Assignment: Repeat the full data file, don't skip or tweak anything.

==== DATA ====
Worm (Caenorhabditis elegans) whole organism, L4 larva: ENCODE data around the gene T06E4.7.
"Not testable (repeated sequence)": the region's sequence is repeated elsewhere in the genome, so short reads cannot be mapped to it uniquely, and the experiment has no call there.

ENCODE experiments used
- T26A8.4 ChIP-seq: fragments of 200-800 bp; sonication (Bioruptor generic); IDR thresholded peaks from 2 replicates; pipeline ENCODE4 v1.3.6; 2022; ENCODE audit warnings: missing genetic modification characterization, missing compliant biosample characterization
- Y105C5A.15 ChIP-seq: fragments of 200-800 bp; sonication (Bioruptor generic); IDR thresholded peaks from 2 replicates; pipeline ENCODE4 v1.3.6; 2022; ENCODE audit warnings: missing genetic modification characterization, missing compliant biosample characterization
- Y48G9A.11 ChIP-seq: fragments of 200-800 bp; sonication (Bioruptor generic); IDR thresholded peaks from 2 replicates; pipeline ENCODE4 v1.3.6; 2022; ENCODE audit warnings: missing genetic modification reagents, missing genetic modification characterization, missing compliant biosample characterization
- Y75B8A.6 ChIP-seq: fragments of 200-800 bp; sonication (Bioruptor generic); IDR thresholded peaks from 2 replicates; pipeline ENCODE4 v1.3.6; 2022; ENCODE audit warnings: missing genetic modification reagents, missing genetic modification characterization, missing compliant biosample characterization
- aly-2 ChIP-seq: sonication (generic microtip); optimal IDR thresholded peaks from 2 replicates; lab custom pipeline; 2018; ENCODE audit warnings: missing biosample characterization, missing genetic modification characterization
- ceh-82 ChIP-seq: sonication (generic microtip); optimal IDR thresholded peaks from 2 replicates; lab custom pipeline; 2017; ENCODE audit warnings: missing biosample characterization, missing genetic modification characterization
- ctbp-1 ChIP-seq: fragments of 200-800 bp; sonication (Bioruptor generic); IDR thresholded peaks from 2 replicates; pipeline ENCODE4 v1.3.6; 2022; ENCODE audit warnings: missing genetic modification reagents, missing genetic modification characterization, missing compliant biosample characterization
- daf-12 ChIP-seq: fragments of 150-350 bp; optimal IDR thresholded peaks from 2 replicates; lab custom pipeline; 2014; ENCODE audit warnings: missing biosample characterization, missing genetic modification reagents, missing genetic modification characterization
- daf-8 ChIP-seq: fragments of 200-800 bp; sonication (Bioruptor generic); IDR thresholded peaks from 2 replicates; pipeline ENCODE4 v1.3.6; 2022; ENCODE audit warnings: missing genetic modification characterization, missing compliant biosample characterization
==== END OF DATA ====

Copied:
Worm (Caenorhabditis elegans) whole organism, L4 larva: ENCODE data around the gene T06E4.7.
"Not testable (repeated sequence)": the region's sequence is repeated elsewhere in the genome, so short reads cannot be mapped to it uniquely, and the experiment has no call there.

ENCODE experiments used
- T26A8.4 ChIP-seq: fragments of 200-800 bp; sonication (Bioruptor generic); IDR thresholded peaks from 2 replicates; pipeline ENCODE4 v1.3.6; 2022; ENCODE audit warnings: missing genetic modification characterization, missing compliant biosample characterization
- Y105C5A.15 ChIP-seq: fragments of 200-800 bp; sonication (Bioruptor generic); IDR thresholded peaks from 2 replicates; pipeline ENCODE4 v1.3.6; 2022; ENCODE audit warnings: missing genetic modification characterization, missing compliant biosample characterization
- Y48G9A.11 ChIP-seq: fragments of 200-800 bp; sonication (Bioruptor generic); IDR thresholded peaks from 2 replicates; pipeline ENCODE4 v1.3.6; 2022; ENCODE audit warnings: missing genetic modification reagents, missing genetic modification characterization, missing compliant biosample characterization
- Y75B8A.6 ChIP-seq: fragments of 200-800 bp; sonication (Bioruptor generic); IDR thresholded peaks from 2 replicates; pipeline ENCODE4 v1.3.6; 2022; ENCODE audit warnings: missing genetic modification reagents, missing genetic modification characterization, missing compliant biosample characterization
- aly-2 ChIP-seq: sonication (generic microtip); optimal IDR thresholded peaks from 2 replicates; lab custom pipeline; 2018; ENCODE audit warnings: missing biosample characterization, missing genetic modification characterization
- ceh-82 ChIP-seq: sonication (generic microtip); optimal IDR thresholded peaks from 2 replicates; lab custom pipeline; 2017; ENCODE audit warnings: missing biosample characterization, missing genetic modification characterization
- ctbp-1 ChIP-seq: fragments of 200-800 bp; sonication (Bioruptor generic); IDR thresholded peaks from 2 replicates; pipeline ENCODE4 v1.3.6; 2022; ENCODE audit warnings: missing genetic modification reagents, missing genetic modification characterization, missing compliant biosample characterization
- daf-12 ChIP-seq: fragments of 150-350 bp; optimal IDR thresholded peaks from 2 replicates; lab custom pipeline; 2014; ENCODE audit warnings: missing biosample characterization, missing genetic modification reagents, missing genetic modification characterization
- daf-8 ChIP-seq: fragments of 200-800 bp; sonication (Bioruptor generic); IDR thresholded peaks from 2 replicates; pipeline ENCODE4 v1.3.6; 2022; ENCODE audit warnings: missing genetic modification characterization, missing compliant biosample characterization